So my comments on this post are positive all the way around and thank you for listening to those of us that aren’t thrilled with the mockups that are being put out there. We are not opposed to the OPTION to have your sound display such things, but we should always have the option to NOT display them

    Kind Regards
    Aoirthoir Von Lipendorf.The Fifteenth and a Half. 😀

  5. Chris Irwin says:

    Since there is a whole menu dedicated to sound output, it would be nice if it could adjust volume of specific streams with it. Even just a link that goes to the “Applications” tab in sound preferences would be nice.

  6. Dag says:

    +1, the current marvick sound menu looks clunky and bloated to me and I’m not convinced I even need that in the menu.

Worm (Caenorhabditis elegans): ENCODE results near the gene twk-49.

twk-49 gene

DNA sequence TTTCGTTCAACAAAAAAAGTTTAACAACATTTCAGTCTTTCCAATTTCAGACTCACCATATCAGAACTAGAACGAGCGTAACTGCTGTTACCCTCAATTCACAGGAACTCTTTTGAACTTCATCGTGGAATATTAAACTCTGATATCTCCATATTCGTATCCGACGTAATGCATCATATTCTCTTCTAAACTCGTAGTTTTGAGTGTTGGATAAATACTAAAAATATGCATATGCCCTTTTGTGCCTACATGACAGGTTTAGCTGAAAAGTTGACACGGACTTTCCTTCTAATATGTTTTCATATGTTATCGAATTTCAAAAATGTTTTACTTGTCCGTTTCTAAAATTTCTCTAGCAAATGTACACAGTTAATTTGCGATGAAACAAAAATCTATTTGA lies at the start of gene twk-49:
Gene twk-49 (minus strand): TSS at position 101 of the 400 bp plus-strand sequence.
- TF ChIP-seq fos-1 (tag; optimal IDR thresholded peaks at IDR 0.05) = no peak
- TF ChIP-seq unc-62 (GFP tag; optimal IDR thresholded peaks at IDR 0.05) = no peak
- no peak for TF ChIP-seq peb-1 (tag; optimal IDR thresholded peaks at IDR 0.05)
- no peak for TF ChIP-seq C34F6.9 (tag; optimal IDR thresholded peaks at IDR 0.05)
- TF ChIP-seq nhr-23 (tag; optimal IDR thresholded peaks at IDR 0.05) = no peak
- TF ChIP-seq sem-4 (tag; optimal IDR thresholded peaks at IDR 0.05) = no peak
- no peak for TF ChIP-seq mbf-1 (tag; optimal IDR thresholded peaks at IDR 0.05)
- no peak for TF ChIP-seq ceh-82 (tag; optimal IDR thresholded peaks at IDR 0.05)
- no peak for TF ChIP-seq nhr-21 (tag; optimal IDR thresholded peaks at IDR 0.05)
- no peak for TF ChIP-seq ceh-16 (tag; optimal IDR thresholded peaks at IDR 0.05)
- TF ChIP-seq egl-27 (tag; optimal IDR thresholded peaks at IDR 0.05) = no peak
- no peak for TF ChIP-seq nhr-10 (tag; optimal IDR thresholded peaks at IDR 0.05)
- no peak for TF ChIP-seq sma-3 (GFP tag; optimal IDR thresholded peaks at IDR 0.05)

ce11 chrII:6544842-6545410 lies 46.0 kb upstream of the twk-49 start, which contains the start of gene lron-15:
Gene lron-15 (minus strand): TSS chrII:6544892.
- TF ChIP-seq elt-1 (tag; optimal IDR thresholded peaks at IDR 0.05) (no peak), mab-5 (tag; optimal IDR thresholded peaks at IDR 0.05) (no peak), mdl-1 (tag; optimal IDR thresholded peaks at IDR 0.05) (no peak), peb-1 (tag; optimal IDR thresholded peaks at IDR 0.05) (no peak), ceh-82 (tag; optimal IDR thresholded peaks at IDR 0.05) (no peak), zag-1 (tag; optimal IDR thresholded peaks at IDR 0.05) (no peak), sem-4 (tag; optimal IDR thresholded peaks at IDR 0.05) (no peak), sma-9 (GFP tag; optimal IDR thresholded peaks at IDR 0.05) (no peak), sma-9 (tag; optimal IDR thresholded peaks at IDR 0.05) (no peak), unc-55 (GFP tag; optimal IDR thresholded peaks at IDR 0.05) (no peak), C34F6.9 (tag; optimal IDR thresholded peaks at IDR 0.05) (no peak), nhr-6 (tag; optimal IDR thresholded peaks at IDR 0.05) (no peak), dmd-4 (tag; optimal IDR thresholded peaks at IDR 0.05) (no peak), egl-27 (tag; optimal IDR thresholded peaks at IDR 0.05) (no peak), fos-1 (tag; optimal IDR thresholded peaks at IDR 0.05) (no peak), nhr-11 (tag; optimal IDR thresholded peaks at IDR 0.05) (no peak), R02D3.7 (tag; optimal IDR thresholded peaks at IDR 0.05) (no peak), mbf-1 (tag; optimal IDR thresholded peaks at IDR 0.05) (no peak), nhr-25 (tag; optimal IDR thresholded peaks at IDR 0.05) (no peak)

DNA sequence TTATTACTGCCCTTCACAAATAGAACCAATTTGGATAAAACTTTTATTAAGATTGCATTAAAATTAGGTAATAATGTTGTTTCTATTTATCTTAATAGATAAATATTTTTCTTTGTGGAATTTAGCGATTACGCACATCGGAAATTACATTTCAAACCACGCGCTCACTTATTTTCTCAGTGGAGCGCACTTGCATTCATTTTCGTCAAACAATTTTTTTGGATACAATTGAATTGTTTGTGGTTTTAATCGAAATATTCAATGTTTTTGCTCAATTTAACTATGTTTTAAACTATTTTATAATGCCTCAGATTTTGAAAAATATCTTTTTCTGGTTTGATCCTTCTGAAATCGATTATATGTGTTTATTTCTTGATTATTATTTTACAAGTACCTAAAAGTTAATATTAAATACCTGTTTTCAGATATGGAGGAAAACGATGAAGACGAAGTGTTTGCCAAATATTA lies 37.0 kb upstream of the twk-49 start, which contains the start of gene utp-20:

7. joel says:


    I like where you’re going. How about instead of mute all and pause all why not simply a pause all. If everything is paused there is no need to mute it as well.

    It would be nice to be able to press play/pause individual audio streams from the sound menu.


    • thorwil says:

      Because it could be a stream that you can’t pause. (Unless there is a recording feature taking care of that.)

      Though the Mute all does suggest that voice chat would be affected, too.

  8. Dean says:

    This makes much more sense than the other designs doing the rounds. I don’t understand why skip track and album output etc are being stuffed inside a volume applet…

  9. Philipp Weissenbacher says:

    I like your design and thinking out of the box by providing the user with additional useful functionality next to their volume control.